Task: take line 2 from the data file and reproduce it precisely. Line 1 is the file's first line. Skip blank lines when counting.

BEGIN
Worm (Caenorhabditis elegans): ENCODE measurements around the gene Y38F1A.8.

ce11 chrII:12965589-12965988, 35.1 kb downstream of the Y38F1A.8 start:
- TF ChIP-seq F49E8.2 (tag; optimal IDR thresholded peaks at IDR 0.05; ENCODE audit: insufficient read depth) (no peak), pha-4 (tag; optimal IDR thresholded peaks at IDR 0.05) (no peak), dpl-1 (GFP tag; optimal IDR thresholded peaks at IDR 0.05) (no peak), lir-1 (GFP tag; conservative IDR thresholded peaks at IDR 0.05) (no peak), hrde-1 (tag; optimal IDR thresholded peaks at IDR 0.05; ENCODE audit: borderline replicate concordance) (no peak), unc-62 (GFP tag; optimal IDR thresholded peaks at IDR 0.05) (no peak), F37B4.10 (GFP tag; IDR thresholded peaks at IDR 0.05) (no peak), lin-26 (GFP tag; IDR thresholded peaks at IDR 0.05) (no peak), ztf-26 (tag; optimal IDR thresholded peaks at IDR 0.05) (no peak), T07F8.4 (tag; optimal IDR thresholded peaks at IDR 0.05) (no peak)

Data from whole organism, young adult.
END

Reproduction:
ce11 chrII:12965589-12965988, 35.1 kb downstream of the Y38F1A.8 start: